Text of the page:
Retirement Choices - Eight Key Dilemmas That You and Your Advisor Should be Addressing

8 key dilemmas that you and your advisor should be addressing

By Robert Pyle

Key Takeaways

  • Even the affluent worry about running out of money in retirement and no one really knows how long they will live.

  • Some retirees have to increase spending in their golden years while others need to go on a budget.

  • Don’t wait too long to enjoy “bucket list” trips and other life changing experiences--or you may never get the chance.


If you worry about running out of money in retirement, you’re not alone. According to recent surveys conducted by the AICPA and Transamerica, about half of retirees cite “outliving their money” as their No.1 concern. That dovetails with the 2019 CPA/Wealth Adviser Confidence Survey™ which found that two-thirds of financial advisors believed their clients were “in danger of outliving their money” when they first came to see them. The survey of nearly 300 CPAs and wealth managers was conducted by CPA Trendlines, The Financial Awareness Foundation and HB Publishing & Marketing Company) this spring.

While these numbers are consistent with what I see in my practice, it’s important to understand that there’s no secret formula or magic algorithm to use when planning your retirement. It’s a complicated balancing act that is constantly changing as your life circumstances change.

As my practice has evolved over the years, I’ve seen eight common dilemmas surface time and time again for our clients. There are no quick and easy answers, but getting the issues out in the open, is a key step in devising solutions. How many of these sound like you?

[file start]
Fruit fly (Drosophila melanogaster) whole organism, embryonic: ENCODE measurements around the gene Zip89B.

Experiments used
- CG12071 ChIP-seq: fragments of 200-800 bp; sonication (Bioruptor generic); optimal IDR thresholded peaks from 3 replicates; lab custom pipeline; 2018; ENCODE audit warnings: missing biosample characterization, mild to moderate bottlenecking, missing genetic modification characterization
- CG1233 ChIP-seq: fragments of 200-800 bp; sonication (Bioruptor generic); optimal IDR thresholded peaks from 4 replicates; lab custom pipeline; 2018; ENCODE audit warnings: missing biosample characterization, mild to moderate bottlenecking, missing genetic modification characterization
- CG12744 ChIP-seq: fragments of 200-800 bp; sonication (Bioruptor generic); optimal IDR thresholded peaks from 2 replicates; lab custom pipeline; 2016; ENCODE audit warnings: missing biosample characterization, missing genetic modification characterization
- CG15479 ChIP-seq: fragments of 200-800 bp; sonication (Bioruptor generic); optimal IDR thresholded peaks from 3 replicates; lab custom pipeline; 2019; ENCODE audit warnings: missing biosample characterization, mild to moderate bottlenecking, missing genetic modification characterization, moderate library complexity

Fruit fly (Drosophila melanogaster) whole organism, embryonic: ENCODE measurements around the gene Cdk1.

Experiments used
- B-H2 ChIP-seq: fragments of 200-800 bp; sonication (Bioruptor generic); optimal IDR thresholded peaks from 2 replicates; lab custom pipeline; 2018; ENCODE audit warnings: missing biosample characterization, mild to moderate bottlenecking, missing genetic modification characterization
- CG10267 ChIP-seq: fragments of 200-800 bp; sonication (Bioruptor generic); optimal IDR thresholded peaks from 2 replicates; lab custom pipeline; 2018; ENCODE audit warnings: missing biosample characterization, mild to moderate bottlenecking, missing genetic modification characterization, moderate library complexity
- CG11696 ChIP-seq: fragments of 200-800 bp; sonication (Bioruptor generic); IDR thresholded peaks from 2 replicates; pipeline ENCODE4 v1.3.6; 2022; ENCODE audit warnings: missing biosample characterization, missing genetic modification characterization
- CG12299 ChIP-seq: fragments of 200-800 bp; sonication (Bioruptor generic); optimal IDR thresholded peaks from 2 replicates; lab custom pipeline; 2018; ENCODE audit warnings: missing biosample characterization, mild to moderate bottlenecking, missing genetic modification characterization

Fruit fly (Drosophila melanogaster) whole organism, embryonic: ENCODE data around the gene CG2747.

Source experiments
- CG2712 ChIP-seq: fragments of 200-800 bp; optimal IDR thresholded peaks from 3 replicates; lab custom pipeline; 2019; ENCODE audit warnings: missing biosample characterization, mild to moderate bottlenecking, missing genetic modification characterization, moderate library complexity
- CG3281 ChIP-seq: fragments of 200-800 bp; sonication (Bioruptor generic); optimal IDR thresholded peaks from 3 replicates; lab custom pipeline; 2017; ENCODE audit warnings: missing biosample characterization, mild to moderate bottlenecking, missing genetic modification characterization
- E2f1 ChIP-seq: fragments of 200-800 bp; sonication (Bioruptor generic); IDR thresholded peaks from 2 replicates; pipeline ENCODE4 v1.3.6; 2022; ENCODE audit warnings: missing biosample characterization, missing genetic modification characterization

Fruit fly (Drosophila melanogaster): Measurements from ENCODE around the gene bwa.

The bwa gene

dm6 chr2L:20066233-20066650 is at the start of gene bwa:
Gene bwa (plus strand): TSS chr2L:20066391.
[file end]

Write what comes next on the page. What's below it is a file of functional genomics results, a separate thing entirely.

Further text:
Dilemma #1: Pay for all of your children’s’ education (or just part of it)
This dilemma really has two parts: First, is an out-of-state private college (say $60,000 per year) worth twice the financial hit as an in-state public school costing say, $30,000 per year? There are pros and cons to attending each type of college and no two students have the same needs and career expectations. Just keep in mind that if you go the out-of-state private college route, that’s an extra $120,000 over four years—and that’s before you factor in airfare, cabs and other travel-related expenses that aren’t deductible. Trust me, it adds up quickly. If your current spending is $10,000 per month, then that extra tuition hit is equivalent to 12 months of your normal spending. That means you’ll have to wait an extra year to retire for each child you send to an out of state private school.

The second part of this dilemma—regardless of which type of college your children attend—is paying the tuition 100 percent up-front or asking your children to shoulder some of the student loan burden after they graduate. Doing so will certainly make the young adults in your life financially responsible and may allow you to retire earlier—if you don’t have to help your recent grads with the student loan payments.

See. I told you it wasn’t easy.
That’s why we use MoneyGuide Pro, powerful financial planning software that helps us model a vast array of calculations and what-if scenarios for our clients.


Dilemma #2: Take trips now and work an extra year or so later